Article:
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Would it be possible to exploit a GTO poker player if you recognized that you have different values than that player? For instance, if there are decreasing returns to money (such that your first million don’t make as much of a difference to your quality of life as your second million etc). I’m guessing differences of this kind would likely just shift the Nash equilibrium for a particular game but I’m not sure.

  • Your understanding of Nash equilibrium is different than mine. – paparazzo Dec 11 '18 at 20:55
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I am going to assume this player uses perfect GTO.

The short answer is no. No perfect GTO player is exploitable in any way (that is the definition of GTO). GTO means that the player is making the most optimal decision for long term profit every time.

Most players that play a GTO style tend to be focused on the poker, rather than the money (or other factors outside of the game for that matter). This is especially true at the highest levels (since you mentioned a million dollars in the question). Any player who is factoring in money into their decision making is not playing GTO, and therefore is exploitable.

Hopefully that makes sense, that is how I understand your question.

  • Right answer to the wrong question – David Sep 9 at 6:59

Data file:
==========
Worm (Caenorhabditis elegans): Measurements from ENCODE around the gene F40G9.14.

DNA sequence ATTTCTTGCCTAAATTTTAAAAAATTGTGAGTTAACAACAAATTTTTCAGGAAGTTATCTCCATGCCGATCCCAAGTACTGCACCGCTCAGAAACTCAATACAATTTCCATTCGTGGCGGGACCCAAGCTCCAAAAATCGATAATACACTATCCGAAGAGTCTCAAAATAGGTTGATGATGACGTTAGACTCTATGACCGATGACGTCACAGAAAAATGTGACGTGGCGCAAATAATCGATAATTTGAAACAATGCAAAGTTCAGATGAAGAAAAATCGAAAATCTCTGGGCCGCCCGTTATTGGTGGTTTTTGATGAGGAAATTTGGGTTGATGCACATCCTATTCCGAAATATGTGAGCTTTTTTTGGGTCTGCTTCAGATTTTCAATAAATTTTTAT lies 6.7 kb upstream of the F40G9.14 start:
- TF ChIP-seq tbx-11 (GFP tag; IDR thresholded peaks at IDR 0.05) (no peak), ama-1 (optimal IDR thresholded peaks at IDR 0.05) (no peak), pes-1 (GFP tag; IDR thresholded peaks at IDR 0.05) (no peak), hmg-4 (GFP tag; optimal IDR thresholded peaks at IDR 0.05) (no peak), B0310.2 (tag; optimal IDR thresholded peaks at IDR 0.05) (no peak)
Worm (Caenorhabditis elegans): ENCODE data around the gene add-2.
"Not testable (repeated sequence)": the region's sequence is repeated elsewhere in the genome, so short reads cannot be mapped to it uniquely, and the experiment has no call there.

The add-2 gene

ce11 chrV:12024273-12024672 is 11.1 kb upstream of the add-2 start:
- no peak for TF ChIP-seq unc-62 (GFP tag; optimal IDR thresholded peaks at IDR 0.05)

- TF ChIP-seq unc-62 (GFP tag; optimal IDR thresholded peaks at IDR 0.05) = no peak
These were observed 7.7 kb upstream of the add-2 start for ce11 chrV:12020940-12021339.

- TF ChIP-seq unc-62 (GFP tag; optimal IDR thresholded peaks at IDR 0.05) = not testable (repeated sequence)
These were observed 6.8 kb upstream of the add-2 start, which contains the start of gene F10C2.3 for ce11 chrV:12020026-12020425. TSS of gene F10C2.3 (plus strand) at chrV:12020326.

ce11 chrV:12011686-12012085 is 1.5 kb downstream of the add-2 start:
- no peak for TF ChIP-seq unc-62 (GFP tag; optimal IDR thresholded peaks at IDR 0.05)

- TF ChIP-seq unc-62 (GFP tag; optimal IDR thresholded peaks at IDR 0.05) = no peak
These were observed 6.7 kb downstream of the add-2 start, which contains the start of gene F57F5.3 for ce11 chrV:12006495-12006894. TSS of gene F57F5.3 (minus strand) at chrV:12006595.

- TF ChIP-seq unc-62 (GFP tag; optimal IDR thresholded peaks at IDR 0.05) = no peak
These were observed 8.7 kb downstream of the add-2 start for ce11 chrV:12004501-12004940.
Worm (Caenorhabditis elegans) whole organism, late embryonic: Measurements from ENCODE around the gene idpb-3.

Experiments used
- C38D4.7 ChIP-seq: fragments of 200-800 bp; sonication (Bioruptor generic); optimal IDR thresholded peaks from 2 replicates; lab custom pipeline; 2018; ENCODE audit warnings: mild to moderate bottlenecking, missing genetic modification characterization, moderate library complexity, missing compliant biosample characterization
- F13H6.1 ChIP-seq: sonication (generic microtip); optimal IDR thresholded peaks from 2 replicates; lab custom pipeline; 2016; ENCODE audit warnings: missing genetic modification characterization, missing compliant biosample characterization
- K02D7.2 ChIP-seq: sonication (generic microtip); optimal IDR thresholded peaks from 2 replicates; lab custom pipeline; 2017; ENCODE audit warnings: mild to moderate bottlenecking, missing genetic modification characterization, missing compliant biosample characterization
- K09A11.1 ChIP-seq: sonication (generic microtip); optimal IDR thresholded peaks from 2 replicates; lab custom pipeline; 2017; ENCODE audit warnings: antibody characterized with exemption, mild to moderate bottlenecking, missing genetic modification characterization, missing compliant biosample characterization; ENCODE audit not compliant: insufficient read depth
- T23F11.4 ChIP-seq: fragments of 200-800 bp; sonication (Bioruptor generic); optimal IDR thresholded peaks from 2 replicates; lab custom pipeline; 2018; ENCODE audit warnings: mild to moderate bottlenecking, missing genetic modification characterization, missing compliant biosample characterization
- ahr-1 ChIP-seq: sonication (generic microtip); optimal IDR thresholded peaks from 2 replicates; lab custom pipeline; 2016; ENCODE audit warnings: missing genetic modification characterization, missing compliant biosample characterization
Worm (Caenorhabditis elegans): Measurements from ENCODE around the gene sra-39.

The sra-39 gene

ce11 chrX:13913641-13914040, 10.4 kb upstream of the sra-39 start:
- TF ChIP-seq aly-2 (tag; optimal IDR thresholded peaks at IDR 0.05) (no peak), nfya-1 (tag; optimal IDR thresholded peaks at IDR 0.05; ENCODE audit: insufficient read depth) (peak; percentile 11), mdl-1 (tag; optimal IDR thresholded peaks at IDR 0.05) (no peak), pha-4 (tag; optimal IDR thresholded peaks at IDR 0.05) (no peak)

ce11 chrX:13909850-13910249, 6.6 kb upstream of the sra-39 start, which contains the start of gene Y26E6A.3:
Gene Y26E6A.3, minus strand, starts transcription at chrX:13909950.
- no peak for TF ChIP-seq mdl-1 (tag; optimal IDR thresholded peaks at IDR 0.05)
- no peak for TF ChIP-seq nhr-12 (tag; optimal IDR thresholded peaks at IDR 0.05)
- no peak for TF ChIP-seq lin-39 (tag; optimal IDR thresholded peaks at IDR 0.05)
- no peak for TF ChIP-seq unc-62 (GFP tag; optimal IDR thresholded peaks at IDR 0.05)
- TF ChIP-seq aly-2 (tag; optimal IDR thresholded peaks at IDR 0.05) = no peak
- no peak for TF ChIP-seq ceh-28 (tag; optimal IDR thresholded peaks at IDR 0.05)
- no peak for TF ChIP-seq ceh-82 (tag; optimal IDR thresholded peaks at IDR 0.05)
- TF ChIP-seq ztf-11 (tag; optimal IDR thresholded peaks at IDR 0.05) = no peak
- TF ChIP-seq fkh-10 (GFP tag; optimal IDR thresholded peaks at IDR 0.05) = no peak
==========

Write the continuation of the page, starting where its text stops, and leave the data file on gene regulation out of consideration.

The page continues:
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A player employing a game theory optimal (GTO) strategy is implementing the equilibrium solution of a game. However, the precise definition of the game being played matters!

The utility functions of the two players will indeed influence the resulting Nash equilibrium solution of the game.

As a simple example, consider the difference between a heads-up tournament match, and a heads-up cash game. The existence of a terminal boundary condition in the tournament -- there is no further play once one player has all the chips -- manifests as a non-linear value function between your chips and the expected money you will win; ICM and FGS are commonly used approximations of this effect.

This, in turn, leads to different play at the same effective stack depth depending on whether you hold the larger or the smaller of the two stacks. The same does not hold in an infinite duration cash game between two opponents with infinite bankrolls; i.e., there are direct linear relationships between chips, money, and utility.

So long as both players employ the Nash equilibrium solution for the game they are actually playing, then neither is exploitable. However, if one player employs the Nash equilibrium solution from a different (but similar) game, then that player can be exploited.